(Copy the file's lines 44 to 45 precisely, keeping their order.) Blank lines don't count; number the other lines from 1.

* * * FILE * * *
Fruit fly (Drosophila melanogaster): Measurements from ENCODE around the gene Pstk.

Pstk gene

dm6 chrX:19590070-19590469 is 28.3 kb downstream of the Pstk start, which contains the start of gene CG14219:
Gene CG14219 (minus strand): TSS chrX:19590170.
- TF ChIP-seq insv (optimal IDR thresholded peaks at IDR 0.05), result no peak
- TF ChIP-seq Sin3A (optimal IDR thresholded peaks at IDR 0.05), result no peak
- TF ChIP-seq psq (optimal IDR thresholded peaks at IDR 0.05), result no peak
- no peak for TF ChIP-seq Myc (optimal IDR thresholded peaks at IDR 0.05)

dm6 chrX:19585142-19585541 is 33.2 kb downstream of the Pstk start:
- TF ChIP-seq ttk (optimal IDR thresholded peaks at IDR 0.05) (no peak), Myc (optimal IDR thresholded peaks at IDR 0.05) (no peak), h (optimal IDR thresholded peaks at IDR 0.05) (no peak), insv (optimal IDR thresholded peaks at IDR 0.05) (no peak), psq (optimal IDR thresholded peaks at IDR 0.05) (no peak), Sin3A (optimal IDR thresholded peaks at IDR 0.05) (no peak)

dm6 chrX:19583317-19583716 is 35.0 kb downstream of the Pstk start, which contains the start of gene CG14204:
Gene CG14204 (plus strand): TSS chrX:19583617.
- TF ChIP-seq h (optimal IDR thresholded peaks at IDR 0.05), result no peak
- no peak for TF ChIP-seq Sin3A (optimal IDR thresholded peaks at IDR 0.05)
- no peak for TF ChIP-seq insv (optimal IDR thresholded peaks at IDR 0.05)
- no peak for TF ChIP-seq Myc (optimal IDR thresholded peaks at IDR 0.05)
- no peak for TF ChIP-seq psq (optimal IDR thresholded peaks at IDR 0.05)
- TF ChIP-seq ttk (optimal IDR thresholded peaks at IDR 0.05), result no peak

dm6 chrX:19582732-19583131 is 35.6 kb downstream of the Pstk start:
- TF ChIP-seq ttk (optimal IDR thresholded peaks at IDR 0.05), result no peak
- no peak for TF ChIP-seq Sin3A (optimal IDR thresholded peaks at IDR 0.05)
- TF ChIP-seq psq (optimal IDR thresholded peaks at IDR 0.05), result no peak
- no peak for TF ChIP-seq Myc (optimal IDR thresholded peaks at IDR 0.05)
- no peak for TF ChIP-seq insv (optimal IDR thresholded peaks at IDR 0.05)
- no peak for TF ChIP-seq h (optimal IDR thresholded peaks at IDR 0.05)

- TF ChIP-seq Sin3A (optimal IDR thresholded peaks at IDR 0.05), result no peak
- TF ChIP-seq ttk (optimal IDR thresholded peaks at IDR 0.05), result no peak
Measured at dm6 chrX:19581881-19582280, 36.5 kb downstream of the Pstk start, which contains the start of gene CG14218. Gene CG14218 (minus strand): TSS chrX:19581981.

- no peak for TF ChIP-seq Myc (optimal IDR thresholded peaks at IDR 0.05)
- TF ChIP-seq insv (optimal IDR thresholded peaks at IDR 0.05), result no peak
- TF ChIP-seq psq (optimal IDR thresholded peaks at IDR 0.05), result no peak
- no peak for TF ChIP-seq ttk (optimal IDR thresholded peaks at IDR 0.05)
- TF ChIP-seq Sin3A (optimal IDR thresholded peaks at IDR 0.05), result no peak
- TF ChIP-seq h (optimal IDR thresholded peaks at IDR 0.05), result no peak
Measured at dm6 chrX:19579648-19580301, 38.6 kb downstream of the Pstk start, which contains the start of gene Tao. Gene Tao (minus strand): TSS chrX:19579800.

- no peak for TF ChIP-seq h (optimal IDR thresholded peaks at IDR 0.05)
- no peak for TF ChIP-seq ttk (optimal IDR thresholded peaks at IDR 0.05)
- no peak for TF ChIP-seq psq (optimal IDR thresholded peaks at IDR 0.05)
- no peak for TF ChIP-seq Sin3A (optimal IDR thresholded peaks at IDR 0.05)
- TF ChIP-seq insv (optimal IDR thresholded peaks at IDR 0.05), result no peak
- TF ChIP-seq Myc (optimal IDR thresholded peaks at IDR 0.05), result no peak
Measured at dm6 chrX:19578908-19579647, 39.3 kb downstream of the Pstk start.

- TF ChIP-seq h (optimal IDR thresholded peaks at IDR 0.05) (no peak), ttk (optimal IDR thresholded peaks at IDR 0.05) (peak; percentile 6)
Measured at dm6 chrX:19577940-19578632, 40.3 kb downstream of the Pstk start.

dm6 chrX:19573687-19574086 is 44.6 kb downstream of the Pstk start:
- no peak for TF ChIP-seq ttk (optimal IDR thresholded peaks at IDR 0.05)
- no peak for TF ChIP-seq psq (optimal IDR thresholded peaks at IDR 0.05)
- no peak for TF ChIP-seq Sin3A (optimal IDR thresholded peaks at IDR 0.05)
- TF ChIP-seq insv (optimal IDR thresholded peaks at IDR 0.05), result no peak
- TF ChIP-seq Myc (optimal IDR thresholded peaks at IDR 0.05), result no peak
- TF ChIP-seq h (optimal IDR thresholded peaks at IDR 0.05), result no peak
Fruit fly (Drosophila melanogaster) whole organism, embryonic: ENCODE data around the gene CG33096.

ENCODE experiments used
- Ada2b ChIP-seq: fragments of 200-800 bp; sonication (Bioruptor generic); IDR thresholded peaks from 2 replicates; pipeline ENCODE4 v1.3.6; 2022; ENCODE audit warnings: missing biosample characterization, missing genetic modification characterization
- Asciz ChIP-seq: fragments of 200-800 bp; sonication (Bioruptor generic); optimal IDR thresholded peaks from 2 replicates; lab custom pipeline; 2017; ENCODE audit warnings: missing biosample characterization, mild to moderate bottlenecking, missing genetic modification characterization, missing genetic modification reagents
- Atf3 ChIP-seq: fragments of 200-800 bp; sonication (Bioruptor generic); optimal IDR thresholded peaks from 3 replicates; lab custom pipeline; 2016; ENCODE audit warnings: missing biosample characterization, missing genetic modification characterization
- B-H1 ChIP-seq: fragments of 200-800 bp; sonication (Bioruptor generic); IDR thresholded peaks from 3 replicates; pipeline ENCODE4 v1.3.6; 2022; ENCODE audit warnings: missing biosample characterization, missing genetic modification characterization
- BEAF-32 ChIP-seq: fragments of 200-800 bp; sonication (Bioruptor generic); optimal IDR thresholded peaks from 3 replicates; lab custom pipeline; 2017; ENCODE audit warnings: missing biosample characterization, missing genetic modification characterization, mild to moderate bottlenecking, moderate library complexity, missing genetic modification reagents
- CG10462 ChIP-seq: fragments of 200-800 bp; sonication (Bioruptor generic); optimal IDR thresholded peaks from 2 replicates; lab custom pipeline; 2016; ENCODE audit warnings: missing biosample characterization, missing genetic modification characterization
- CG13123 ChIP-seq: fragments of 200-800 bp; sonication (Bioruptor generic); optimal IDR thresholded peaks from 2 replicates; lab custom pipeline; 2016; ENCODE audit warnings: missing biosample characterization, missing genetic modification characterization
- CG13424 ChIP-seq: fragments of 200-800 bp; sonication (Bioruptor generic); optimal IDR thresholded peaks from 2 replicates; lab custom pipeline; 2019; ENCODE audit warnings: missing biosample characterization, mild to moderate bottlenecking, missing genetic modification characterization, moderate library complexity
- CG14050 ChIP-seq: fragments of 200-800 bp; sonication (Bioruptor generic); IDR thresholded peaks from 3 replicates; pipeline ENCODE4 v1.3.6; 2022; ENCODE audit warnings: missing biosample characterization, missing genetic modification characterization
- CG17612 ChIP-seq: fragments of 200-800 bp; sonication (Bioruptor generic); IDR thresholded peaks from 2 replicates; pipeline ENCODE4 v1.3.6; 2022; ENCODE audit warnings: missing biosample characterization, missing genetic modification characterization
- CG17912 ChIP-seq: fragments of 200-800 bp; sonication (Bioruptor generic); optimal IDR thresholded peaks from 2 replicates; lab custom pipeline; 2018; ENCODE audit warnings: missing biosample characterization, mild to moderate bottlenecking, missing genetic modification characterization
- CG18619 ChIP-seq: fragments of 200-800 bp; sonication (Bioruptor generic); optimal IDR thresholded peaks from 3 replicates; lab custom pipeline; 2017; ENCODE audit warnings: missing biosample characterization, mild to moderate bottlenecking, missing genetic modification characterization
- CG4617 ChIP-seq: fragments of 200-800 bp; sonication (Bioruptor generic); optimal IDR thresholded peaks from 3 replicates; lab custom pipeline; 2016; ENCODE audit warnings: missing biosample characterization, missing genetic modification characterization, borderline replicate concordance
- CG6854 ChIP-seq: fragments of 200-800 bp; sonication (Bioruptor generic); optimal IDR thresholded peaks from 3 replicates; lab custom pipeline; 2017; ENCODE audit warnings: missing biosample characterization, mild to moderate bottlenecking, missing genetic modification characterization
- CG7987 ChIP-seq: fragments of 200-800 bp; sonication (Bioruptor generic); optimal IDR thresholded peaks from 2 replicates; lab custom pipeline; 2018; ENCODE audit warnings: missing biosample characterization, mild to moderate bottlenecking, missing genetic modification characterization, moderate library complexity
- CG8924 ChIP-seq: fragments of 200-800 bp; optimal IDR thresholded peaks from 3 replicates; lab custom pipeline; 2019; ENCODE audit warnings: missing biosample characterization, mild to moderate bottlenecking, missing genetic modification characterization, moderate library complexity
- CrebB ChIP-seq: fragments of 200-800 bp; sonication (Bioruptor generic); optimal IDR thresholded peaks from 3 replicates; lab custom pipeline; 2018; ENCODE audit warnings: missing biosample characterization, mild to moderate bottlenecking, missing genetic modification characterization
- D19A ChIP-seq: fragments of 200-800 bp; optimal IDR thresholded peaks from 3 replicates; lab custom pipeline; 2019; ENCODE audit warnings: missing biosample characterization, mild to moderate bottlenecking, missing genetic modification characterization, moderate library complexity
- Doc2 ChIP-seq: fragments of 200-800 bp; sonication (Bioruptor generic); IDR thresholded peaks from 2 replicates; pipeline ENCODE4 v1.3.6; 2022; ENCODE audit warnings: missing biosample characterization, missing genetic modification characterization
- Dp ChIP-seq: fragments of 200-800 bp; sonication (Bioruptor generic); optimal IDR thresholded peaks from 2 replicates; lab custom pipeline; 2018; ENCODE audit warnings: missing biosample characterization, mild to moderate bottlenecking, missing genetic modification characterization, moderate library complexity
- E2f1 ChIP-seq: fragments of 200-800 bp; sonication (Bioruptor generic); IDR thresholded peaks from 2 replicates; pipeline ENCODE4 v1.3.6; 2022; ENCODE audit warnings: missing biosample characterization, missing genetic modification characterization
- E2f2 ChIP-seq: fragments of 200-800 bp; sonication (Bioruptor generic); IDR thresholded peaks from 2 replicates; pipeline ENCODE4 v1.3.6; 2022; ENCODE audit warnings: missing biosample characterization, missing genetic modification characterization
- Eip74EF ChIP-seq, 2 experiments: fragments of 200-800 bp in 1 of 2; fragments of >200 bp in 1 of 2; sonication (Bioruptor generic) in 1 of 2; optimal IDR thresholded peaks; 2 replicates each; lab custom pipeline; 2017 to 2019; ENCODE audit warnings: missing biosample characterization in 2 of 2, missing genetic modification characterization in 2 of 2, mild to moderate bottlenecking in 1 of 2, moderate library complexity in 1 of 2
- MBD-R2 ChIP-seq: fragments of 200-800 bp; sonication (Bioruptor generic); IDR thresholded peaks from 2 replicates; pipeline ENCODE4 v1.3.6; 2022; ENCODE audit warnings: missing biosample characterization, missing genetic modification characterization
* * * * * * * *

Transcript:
Measured at dm6 chrX:19577940-19578632, 40.3 kb downstream of the Pstk start.

dm6 chrX:19573687-19574086 is 44.6 kb downstream of the Pstk start: